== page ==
One of k-pop’s longer-standing acts just released a self-titled album entirely in Japanese. Taemin’s “Taemin” is a deeply fun album that uses heavy EDM influence to make a very danceable album.
For the uninitiated, there are a few things worth explaining. First, it’s common for k-pop bands to release albums in Japanese. K-pop has a strong presence in East Asia and particularly tries to sell to China and Japan. Plenty of modern k-pop bands form with members from several countries who know several languages so they can reach different markets. Some of k-pop’s most international notables have strong English or Mandarin skills.
Second, Taemin is a big figure in k-pop. He’s been around for about a decade and is one of k-pop’s best dancers and visuals (the k-pop community’s deeply commodifying word for the group’s pretty face). He got his start in SHINee, a popular boy band, and has kept going strong. SHINee is popular in Japan and Taemin even more so.
Third, because of the other two points, three of the tracks are Japanese re-releases of big hits from older albums. K-pop has a lot of lazy tricks it uses to pad albums or pump sales, but these re-releases seem appropriate because it’s nice to translate and re-record a song for foreign fans. “Sayonara Hitori” and “Flame of Love” are much lazier, given they’re both flat-out re-releases.
On to the music: As a whole, “Taemin” is a strong album. The songs fit together well and create a cohesive feel, there aren’t many lulls or bland ballads that bog the album the down, and a lot of k-pop bands could learn from Taemin’s smooth bridges and sharp hooks.
Compared to his last album “MOVE,” “Taemin” uses heavier samples, heavier autotuning, more vocal distortions, and faster EDM tempos. I’m a fan of the change because I like my music to have more than a little oomph to it and I feel the changes add a lot of oomph. Because they crowd the tracks with more noise, they do take away from the pure skill and pleasantness in Taemin’s voice and the sensual feeling “MOVE” had.
For me, it’s a worthwhile tradeoff. “Taemin” feels like a less romantic but more fun album. That’s important because fun is one of pop and k-pop’s biggest draws. I’m sure that sensuality and attractive people are also huge draws for k-pop, but it makes sense to follow a smooth album with a snappy one.
A lot of that snappiness comes from what sounds like a heavy EDM influence on the album. “Taemin” is overloaded with synthesizers, auto-tune, and big, cheesy EDM beats from the get-go. “Eclipse” opens the album by cramming several very EDM-pop features into one song. It has a bass-drop into the chorus, a big synth line, constant auto-tune, overly clean electronic instrumental samples, and that trap drum rattle that k-pop has now fully assimilated.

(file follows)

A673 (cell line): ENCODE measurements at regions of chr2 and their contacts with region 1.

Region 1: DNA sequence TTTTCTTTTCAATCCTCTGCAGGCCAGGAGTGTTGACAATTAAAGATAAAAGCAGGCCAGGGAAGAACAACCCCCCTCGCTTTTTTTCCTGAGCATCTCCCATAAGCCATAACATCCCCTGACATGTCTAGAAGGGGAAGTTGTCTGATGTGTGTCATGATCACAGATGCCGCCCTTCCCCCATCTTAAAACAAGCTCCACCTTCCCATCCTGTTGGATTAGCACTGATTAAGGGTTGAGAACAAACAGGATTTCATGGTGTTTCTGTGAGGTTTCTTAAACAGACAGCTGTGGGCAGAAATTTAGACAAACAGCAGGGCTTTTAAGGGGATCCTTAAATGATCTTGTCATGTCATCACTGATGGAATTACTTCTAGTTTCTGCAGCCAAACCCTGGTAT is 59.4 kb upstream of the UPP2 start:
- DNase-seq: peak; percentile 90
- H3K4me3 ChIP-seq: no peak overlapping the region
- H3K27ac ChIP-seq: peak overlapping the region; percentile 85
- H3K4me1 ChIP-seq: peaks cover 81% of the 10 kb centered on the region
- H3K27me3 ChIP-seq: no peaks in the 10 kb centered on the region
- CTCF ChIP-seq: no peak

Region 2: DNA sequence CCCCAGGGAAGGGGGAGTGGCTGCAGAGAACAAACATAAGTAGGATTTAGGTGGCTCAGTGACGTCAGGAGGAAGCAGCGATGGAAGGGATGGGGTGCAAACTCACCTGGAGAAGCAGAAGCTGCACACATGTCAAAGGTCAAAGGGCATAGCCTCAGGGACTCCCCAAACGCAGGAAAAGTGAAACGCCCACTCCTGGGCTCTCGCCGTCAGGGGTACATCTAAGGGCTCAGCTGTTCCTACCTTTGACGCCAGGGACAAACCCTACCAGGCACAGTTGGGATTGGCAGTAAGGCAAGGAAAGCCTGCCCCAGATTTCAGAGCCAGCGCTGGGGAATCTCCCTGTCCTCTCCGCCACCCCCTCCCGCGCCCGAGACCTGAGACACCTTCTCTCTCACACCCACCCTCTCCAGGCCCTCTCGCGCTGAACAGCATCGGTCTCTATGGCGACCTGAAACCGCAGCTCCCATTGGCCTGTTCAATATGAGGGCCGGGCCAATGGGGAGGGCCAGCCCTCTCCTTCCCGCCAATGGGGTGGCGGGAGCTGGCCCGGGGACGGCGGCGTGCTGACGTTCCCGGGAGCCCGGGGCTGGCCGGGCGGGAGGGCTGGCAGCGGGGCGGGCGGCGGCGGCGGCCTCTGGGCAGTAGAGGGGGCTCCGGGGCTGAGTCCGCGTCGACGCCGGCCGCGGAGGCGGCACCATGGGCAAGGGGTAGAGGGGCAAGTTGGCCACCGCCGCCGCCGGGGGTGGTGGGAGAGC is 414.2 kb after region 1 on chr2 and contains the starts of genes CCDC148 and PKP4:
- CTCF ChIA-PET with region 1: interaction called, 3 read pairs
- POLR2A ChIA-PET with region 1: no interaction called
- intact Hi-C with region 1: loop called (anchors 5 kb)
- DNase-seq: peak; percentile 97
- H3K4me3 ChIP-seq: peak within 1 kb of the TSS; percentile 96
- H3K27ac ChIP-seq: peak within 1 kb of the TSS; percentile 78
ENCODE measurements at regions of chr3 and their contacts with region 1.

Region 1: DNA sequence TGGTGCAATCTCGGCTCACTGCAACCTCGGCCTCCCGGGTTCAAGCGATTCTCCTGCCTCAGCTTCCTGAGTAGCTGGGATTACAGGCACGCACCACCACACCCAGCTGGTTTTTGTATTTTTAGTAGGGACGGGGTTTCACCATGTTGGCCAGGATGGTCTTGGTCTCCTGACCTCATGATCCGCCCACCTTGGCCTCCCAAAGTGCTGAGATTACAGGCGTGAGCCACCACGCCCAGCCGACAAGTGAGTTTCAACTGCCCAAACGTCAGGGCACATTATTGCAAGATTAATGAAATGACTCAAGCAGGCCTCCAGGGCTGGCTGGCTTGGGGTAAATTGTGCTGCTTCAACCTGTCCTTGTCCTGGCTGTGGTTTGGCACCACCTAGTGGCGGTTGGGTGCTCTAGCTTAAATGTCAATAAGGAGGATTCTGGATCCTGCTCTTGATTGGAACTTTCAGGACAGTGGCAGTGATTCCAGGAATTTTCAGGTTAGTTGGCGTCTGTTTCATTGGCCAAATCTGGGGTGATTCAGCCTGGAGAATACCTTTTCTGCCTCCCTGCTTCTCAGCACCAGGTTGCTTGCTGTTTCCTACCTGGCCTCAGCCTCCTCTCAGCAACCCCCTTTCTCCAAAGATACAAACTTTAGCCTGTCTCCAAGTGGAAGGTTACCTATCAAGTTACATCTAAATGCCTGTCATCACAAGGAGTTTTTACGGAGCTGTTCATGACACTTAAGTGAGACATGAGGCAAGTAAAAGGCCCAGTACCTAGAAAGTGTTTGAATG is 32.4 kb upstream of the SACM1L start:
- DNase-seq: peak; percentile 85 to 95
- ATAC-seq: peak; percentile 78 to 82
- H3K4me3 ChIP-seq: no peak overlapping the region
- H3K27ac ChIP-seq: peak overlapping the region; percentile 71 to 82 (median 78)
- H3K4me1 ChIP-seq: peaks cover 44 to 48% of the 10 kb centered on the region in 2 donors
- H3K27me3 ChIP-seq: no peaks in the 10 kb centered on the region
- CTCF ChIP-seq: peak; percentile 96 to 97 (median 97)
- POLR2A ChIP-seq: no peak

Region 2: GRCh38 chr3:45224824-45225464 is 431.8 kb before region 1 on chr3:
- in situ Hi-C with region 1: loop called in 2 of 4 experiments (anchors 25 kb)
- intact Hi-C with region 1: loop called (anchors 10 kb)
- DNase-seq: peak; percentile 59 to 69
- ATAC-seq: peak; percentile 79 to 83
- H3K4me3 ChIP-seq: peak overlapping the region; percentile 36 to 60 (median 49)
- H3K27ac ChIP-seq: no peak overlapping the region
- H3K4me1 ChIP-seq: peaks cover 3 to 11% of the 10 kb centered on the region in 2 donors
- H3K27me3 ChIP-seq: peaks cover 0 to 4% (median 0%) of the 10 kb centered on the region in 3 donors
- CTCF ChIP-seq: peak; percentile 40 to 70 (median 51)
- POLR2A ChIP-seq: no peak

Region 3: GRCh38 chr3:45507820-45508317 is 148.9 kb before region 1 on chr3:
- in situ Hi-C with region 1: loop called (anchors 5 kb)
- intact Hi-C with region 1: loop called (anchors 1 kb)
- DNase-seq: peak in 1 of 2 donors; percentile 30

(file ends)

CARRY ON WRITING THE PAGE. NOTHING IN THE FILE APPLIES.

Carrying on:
All those EDM influences come together pretty well in “Eclipse” and the song doesn’t feel crowded or all over the place. Something similar could be said about lots of the other songs, making the album sound a little same-y at points. However, Taemin does a good job of switching up the sounds and styles he uses.
For example, “Into The Rhythm” has a very similar structure to “Eclipse” but less vocal layering, lower-pitched bass, and a more danceable samba-style rhythm. “MARS” uses the trap rattle and the higher pitched EDM style of “Eclipse” but it doesn’t drop nearly as hard and keeps a more consistent beat. “What’s This Feeling” has a nasty slap bassline out of nowhere.
The real unifying feature behind most tracks on the album is a feet-moving groove. Only “Flame of Love” and “Under My Skin” aren’t that danceable. I found “Flame of Love” and “Under My Skin” a bit lackluster and out of place for that, but they’re better than most ballads k-pop produces and I understand that the k-pop ballad is a terrible genre necessity. It is as if a k-pop act doesn’t have a ballad on their album then the dark deities imprisoned underneath the Korean peninsula become enraged and inch closer to breaking free from their bonds.
“Press Your Number” also feels out of place because it’s clear from the style that it’s from a different album. On the other hand, “Danger” and “Drip Drop” fit “Taemin” pretty well. “Taemin” is otherwise well put together – – especially for pop albums, which often destroy the flow of the album by inserting singles into random places. It starts off fast, fun, and hyped, falls into a slower, vocal-driven middle, then caps off with two epic songs with satisfying compositions that build to clear climaxes. Hell, the final line of the album is literally “goodbye.” It’s pretty well-considered.
I went into this album with few expectations and left impressed. “Taemin” delivers on a lot of what I like to hear from k-pop and avoids some common pitfalls the genre has. It feels like an album but still has strong singles, it has a clear style it sticks to even with re-releases, and damn if it isn’t fun.